Skilled migrant visa applications drop

EMPLOYER applications for skilled foreign workers have dropped steadily since August 2012, with the latest Department of Immigration and Citizenship (DIAC) monthly report showing a four per cent fall in visa requests.
Demand for the controversial 457 visas began decreasing in June 2012 and the number of approvals for temporary resident visas dropped 12 per cent in the same period.
DIAC spokesman Sandi Logan said the numbers had dropped for three consecutive months.
“This movement demonstrates the 457 visa program’s responsiveness t the changing needs of the Australian economy,” Mr Logan said.
WA is now the second-largest user of the program after NSW, with most workers coming from the UK, the report showed.
“While the subclass 457 visa stock figure is still high, new take-up of the program is declining, particularly in the construction and mining industries that have driven much of the recent growth,” he said.
“Use of the program has fallen across a number of industries that have traditionally been among some of the other big users of the program, including health care and social assistance, information media andtelecommunications.
“For example, in the 2012-13 program year to November, 3900 applications were lodged in construction, representing a fall of three per cent from the same period last year.
“A similar trend is evident in mining where 2400 applications were lodged, representing an 11 per cent fall.”
The program remained concentrated on recruiting skilled managers with 64 per cent working in jobs that required at least a bachelor’s degree.
“Remuneration levels also demonstrate how successful the program is in targeting highly skilled workers,” Mr Logan said.
“Average total remuneration of those 457 visa holders granted visas this program year to November was $89,800. “Managers and professionals, who together accounted for 66 per cent of the total number of visas approved this program year, had combined average total remuneration of $109,000.”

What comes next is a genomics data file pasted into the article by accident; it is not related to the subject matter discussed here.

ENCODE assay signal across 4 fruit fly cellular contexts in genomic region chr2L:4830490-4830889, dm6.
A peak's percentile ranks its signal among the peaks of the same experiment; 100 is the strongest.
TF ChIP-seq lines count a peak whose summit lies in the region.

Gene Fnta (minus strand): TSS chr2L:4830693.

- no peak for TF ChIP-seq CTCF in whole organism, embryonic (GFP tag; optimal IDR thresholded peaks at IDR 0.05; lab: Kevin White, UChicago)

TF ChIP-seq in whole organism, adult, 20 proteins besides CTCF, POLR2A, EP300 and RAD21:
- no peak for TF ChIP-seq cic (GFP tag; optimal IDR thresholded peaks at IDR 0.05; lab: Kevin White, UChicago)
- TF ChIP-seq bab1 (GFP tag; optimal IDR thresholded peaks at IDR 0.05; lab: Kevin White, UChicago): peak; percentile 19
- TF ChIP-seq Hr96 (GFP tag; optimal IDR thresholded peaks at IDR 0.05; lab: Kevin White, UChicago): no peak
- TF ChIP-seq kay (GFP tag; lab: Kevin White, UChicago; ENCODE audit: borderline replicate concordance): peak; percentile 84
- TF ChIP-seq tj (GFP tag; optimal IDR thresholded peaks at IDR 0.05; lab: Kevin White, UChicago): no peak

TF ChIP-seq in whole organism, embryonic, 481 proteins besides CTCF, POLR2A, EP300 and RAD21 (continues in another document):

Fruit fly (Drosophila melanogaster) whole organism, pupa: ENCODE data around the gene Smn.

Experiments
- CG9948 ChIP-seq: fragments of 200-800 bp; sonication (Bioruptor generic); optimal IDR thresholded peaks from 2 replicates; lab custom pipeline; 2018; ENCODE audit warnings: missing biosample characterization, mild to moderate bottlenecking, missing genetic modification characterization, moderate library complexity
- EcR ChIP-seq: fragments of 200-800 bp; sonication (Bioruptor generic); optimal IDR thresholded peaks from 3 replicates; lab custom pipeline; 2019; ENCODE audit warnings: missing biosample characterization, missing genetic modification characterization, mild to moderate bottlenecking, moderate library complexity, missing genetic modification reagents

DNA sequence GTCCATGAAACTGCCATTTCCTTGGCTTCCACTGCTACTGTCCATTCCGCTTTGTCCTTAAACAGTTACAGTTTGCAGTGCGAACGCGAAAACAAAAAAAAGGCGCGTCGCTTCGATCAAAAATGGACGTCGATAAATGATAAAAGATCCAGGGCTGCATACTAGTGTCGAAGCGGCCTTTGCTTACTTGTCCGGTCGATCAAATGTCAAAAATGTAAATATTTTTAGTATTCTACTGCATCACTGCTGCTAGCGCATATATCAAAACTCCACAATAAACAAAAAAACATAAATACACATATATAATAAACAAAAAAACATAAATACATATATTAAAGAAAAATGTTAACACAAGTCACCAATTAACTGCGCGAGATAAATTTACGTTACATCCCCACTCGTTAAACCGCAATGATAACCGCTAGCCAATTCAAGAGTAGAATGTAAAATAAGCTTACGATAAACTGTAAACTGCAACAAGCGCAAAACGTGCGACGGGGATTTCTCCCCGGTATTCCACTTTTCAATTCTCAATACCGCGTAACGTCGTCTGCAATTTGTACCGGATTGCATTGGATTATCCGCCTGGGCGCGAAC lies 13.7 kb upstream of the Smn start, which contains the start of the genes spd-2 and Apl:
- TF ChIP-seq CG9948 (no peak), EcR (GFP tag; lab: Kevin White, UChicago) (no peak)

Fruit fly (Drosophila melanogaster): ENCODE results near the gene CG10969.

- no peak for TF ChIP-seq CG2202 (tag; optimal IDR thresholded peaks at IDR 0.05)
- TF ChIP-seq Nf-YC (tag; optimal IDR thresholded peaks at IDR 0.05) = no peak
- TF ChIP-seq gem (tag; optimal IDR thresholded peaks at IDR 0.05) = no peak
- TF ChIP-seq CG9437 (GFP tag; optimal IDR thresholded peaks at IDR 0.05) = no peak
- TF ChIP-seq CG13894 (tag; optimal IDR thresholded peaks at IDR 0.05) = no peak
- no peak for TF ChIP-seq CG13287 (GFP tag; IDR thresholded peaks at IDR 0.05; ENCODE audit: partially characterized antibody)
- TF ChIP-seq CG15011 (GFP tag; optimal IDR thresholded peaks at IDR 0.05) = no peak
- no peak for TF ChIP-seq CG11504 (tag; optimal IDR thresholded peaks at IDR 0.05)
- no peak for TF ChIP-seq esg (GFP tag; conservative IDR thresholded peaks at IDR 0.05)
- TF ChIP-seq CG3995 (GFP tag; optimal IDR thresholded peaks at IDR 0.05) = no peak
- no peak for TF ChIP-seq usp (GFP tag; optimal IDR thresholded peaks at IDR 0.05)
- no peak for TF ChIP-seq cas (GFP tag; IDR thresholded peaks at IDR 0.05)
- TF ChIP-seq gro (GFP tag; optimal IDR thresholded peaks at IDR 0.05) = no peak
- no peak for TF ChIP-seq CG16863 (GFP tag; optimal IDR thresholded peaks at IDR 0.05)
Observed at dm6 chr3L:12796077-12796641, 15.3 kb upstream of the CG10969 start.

The program has been a contentious topic for groups such as the Australian trade union, who claim it encourages companies to employ cheaper overseas workers. CMFEU national construction division secretary Dave Noonan said the government should stop the program as local workers continued to lose jobs.
“At this rate we’re looking at around 15,000 457 visas in the trades in 2012-13”, Mr Noonan said.
“This increase in the use of temporary visa workers is ridiculous at a time when 68,000 jobs have been lost in construction in the last year and many skilled construction workers are looking for work.
“There is still no obligation for employers to try and find local workers before they use 457 visa holders, so the system is ripe for abuse and too many employers are taking advantage of the system to get cheap compliant labour.”
Exploitation concerns resulted in changes to the program in 2009, with all employers seeking to sponsor foreign workers on subclass 457 visas required to make measurable contributions to training Australians under new training benchmarks.
Employers are also required to formally commit to employing local labour and follow non-discriminatory employment practices. Applicants in trade occupations are required to meet English language requirements, and may be required to have their skills formally assessed.
“Sponsors are also obliged to provide their overseas workers with terms and conditions of employment no less favourable than those provided to Australians, including paying them the market salary rate,” Mr Logan said.
“This obligation is backed up by the Worker Protection Act, which enables DIAC to effectively monitor sponsors, and to take appropriate action against those found to be exploiting foreign workers.”

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